- October 17, 2018
Key Chorale Artistic Director Joseph Caulkins believes in the power of the “invisible instrument,” and says his chorale will use it to uplift, empower and educate the community with its 33rd season programming.
He says his main goal when picking this year’s pieces was to include as much variety as possible.
“We want to continue to do new things but also to go back to the great masterworks,” he says. “We’re a lot more than people in long black dresses
singing music by dead people.”
Here are details on the seven main concerts that make up the 2017-2018 season.
Oct. 3, 6 and 7 at First United Methodist Church
Key Chorale is kicking off its new season with this community event, which is open to all singers high school age and older. Last year, 200 voices participated in the festival — including everyone from professional singers to people who don’t know how to read music.
In one week, these festival participants learn and perform two pieces together. Picking those pieces is always a challenge for Caulkins because he wants to choose something that’s fun and enjoyable but also accessible enough that singers of all levels can nail it in a week.
“I come into the first rehearsal and I have no idea what it’s going to sound like,” he says. “But it always works out.”
This year the singers will perform Vaughan Williams’s “Five Mystical Songs” featuring baritone Jason Burke, Schubert’s divine “Mass in G Major” and Gerald Finzi’s lush “Romance” for string orchestra.
The culminating event is the festival concert, “Mystical and Divine,” which will take place at 4 p.m. Oct. 7 at First United Methodist Church.
4 p.m., Oct. 22 at Church of the Redeemer
This performance aims to explore American roots, and it does so in a way that’s largely foreign to choral groups. American Roots will utilize music from colonial songs, music of the Shakers and even some bluegrass, which is a beloved genre for Caulkins. Music by William Billings, Aaron Copland, Kevin Siegfried, Carol Barnett and more will be performed.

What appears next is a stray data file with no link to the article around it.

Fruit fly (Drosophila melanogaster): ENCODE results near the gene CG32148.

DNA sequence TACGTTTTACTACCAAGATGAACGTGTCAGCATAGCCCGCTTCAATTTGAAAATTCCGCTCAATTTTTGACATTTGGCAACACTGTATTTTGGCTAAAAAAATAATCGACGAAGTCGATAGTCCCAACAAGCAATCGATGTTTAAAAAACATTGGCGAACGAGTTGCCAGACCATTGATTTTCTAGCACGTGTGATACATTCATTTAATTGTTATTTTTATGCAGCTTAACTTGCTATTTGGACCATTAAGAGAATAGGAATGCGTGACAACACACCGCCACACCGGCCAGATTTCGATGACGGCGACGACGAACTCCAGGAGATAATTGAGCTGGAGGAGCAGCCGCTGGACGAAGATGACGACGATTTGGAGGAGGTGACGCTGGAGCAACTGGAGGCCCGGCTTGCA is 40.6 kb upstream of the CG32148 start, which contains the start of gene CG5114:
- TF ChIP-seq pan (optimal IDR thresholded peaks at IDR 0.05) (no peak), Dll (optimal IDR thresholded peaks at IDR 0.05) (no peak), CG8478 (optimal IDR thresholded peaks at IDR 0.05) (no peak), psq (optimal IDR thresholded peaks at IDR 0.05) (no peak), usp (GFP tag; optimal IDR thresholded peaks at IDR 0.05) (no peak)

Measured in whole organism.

4 p.m., Nov. 26 at First United Methodist Church
Grammy Award-nominated composer and conductor Dale Warland commissioned a piece for Key Chorale’s 25th anniversary, and now he’s coming back to Sarasota for two weeks to serve as guest conductor for the group’s holiday concert.
Caulkins says this is the concert he is most excited about, partially because he will get to take a break from conducting and take on the role of student.
“The Chorale is in a really good place right now, and I’m really excited to see the level that he can bring us to,” he says.
4 p.m., Feb.17 at First United Methodist Church
In this concert, Key Chorale will perform Haydn’s “Mass in Time of War,” which will feature guest artist Jeffrey Biegel performing Beethoven’s “Choral Fantasy” for piano, six soloists and chorus.
4 p.m., March 4 at Church of the Redeemer
Key Chorale’s professional choral ensemble will perform pieces by French impressionist composers Debussy, Ravel, Faure and Durufle.
7:30 p.m. March 23, 2 p.m. March 24 and 5 p.m. March 25
Cirque des Voix, a uniquely Sarasota collaboration between Key Chorale and Circus Arts Conservatory now in its ninth year, will get a new twist this year with the music of Danny Elfman. His work will be presented as an homage to characters in several of the most successful films he’s scored, such as “Beetlejuice,” the 1989 version of “Batman” and the 2002 version of “Spider-Man.”
April 27 at Riverview Performing Arts Center
The Chorale’s fifth annual collaboration concert with Sarasota County Schools will feature more than 200 singers including students from Booker High School, Riverview High School and Sarasota High School.
“The goal is to light the spark for a student who will make music a lifetime pursuit,” Caulkins says.
He says this year’s concert will be particularly unique because of a powerful piece by Jake Runestad, a composer and friend of his whose “Please Stay” about teen suicide was made using an atypical medium: Twitter.
Runestad started a social media campaign encouraging people who have experienced suicidal thoughts to use the hashtag #KeepLiving and tweet their reason for not following through with their plan. He then used the tweets to help create the composition.